To the Editor:
Joseph Morton’s column (“Lippmann was great author, poet,” Sept. 23) returned me to 1964, when I was a college freshman.
I was sitting with Walter Lippmann in his living room in Washington, D.C.
“Is this real? I should pinch myself,” I was thinking.
He offered me tomato juice; I offered him my first question.
“Why do you ask me that?” he said.
His question triggered my brain into warp speed.
“Oh, Randy,” I thought to myself. “You’re so shallow; he’s so deep. Abandon frivolous questions; be substantive.”
Lippmann was patient. He had agreed to meet with me while I was in Washington, D.C., studying the press corps. He shared anecdotes, offered philosophy and deeply inspired me.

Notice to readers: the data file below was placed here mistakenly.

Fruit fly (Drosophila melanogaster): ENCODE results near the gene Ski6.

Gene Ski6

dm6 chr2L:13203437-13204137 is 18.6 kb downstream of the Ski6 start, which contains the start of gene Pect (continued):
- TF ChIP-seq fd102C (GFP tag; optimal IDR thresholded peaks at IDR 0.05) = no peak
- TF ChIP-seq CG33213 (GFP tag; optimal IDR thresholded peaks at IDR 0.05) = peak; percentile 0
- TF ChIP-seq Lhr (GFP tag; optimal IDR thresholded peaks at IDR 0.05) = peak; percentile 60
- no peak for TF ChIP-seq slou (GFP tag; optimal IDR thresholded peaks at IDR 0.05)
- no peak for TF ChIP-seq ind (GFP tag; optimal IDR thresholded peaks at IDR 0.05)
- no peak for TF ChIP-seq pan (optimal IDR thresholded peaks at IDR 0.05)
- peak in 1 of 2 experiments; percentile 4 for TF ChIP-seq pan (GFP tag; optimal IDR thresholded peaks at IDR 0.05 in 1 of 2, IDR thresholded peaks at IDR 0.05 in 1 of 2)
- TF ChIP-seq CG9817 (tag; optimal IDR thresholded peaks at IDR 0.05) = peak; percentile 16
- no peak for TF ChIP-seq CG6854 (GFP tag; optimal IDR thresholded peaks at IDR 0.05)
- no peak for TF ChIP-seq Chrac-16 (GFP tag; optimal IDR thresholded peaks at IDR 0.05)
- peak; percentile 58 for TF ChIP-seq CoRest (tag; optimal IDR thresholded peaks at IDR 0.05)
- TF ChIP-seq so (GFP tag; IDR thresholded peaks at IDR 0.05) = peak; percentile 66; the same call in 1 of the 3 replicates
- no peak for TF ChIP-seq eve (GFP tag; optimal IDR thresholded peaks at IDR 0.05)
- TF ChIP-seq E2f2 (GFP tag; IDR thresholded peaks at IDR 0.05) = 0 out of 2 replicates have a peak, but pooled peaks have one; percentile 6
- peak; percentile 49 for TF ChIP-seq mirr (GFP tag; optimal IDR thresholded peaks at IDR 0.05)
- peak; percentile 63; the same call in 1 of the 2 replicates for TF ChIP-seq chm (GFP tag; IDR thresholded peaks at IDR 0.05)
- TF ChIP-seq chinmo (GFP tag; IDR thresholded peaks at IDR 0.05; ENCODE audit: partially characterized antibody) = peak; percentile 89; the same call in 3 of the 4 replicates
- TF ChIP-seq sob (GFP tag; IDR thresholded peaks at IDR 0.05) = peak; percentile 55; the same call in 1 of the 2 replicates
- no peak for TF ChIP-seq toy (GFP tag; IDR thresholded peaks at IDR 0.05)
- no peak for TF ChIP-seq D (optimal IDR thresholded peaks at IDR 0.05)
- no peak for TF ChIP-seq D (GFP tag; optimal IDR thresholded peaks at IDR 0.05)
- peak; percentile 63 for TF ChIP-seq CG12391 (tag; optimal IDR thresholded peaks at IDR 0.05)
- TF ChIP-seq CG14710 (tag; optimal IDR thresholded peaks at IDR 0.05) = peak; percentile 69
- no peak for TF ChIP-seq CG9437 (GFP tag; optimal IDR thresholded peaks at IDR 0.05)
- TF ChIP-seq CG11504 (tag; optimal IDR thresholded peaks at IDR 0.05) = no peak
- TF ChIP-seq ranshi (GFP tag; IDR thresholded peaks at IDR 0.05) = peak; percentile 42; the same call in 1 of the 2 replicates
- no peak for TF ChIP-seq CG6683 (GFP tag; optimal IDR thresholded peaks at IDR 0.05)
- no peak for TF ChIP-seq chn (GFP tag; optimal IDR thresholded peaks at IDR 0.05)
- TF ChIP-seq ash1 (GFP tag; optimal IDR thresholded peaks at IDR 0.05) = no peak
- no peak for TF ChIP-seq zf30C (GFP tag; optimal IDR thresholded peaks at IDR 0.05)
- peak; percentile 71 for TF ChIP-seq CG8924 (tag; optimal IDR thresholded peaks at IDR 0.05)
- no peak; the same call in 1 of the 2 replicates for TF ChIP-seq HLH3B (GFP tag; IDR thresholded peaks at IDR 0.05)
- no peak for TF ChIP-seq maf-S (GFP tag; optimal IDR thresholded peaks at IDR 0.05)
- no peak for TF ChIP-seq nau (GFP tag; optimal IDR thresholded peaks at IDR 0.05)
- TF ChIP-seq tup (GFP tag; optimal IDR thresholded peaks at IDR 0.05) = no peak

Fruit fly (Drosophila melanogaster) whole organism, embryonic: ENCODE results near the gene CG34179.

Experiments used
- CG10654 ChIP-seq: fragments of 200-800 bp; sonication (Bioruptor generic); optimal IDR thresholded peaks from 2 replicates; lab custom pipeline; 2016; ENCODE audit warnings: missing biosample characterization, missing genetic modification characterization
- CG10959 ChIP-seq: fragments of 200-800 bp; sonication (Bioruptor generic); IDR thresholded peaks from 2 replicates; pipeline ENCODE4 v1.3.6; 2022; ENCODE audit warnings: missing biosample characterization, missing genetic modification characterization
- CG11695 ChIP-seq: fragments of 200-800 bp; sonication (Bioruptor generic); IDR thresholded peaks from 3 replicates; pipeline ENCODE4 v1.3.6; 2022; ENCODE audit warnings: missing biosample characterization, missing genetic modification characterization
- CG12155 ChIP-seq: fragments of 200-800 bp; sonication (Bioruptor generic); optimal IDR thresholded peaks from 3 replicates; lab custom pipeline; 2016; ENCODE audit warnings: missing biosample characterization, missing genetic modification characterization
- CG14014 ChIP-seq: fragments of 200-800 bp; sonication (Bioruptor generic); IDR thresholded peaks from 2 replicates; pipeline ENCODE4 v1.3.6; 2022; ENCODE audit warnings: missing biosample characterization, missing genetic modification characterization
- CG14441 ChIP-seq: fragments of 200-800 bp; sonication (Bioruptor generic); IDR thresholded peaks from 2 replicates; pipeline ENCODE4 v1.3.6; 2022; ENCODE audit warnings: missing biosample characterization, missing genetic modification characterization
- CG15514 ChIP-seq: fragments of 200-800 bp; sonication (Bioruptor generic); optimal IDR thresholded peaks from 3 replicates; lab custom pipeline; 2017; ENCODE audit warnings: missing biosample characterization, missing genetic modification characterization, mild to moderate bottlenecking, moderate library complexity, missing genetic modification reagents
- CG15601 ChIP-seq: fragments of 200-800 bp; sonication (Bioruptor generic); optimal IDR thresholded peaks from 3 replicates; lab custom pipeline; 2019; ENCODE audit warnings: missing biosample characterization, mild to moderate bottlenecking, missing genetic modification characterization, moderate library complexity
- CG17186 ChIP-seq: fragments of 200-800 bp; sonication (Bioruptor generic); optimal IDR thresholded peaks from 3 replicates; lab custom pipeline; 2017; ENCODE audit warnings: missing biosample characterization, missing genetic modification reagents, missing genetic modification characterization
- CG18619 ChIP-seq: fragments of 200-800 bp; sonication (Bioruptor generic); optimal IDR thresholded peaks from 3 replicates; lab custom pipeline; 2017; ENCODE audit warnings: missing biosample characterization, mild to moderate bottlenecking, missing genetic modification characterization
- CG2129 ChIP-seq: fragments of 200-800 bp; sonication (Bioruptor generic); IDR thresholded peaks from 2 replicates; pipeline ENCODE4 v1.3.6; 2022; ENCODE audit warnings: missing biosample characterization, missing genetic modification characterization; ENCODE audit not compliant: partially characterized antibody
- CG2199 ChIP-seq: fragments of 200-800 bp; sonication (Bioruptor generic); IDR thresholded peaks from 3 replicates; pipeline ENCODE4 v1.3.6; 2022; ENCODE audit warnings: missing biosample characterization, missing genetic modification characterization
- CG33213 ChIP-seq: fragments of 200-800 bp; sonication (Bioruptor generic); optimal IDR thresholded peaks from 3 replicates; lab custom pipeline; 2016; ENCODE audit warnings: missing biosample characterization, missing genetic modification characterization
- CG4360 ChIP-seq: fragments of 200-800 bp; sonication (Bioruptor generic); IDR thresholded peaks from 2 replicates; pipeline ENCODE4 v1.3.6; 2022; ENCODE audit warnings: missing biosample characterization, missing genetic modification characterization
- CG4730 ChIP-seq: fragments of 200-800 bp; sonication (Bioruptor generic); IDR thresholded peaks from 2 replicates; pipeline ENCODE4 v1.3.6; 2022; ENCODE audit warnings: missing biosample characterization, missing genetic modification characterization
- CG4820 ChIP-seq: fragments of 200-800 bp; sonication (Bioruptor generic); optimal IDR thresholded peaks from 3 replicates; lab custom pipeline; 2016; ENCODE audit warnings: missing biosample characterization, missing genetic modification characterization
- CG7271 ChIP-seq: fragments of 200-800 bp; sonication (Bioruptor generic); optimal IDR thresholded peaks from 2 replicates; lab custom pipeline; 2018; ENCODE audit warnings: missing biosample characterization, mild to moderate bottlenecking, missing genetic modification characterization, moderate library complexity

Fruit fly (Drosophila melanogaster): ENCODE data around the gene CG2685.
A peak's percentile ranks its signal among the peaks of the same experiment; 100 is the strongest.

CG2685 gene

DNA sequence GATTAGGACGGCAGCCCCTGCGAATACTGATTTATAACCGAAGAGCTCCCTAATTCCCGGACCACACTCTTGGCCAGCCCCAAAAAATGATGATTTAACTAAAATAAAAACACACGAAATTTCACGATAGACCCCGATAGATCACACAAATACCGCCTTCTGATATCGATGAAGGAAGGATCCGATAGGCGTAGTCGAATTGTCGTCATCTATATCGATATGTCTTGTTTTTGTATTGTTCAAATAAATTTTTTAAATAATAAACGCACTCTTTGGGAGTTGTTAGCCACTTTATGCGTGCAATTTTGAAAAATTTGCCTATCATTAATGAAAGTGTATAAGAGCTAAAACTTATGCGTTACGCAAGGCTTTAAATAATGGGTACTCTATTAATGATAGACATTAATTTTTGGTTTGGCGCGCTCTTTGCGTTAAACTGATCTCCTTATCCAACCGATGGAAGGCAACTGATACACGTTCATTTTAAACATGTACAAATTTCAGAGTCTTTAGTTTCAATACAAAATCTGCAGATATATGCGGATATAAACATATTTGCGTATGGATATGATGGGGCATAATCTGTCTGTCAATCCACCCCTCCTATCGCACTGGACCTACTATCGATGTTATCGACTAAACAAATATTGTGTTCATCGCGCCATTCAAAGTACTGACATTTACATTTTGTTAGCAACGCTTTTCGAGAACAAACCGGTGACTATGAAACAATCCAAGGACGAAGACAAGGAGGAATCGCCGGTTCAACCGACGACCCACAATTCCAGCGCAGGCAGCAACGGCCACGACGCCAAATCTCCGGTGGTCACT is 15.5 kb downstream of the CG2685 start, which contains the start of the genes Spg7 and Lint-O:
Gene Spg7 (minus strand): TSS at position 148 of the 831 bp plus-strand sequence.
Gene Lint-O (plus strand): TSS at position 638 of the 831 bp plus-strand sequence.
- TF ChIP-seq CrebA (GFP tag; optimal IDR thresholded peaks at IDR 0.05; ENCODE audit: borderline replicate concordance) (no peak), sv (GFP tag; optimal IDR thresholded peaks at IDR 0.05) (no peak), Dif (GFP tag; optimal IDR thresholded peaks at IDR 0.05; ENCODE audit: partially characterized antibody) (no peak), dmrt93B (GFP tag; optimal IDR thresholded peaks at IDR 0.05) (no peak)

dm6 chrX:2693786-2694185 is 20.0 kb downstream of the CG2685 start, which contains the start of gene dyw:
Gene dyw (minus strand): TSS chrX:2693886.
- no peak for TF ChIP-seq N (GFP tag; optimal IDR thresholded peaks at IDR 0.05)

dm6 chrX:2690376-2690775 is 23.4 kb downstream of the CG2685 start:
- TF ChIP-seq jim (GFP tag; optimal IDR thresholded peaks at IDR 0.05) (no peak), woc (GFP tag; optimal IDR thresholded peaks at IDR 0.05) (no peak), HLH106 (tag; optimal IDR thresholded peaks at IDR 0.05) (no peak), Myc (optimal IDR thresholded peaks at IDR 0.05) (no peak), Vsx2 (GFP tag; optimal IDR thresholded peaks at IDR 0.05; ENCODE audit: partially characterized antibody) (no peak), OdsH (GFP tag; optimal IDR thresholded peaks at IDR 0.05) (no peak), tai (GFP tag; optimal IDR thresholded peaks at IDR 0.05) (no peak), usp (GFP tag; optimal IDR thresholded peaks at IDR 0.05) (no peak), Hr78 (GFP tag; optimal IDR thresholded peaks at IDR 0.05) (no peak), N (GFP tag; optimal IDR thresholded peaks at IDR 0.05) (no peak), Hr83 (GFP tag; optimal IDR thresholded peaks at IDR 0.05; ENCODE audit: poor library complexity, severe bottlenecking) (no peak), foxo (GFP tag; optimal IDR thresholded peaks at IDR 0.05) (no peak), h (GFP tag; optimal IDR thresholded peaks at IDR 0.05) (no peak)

At 20, Lippmann graduated from Harvard. He advised presidents Theodore Roosevelt and Woodrow Wilson.
He was arguably the most influential political journalist of the 20th century.
He was Lyndon Johnson’s nemesis.
“I cost someone a Cabinet position,” Lippmann told me. “The president was ready to announce his nomination, but when I forecasted it in my column, Johnson appointed someone else just to discredit me.”
Credibility, rationale and insight were pillars of his being.
Walter Lippmann taught me a conversation is more meaningful and more revealing than a simple question-and-answer interview.
Now when I interview, I try to question, react, follow up and observe in ways that contribute to a conversation. It’s the best way for an interviewer to return some of the benefits he receives from the interviewee. Both can learn, be inspired and benefit from time rendered.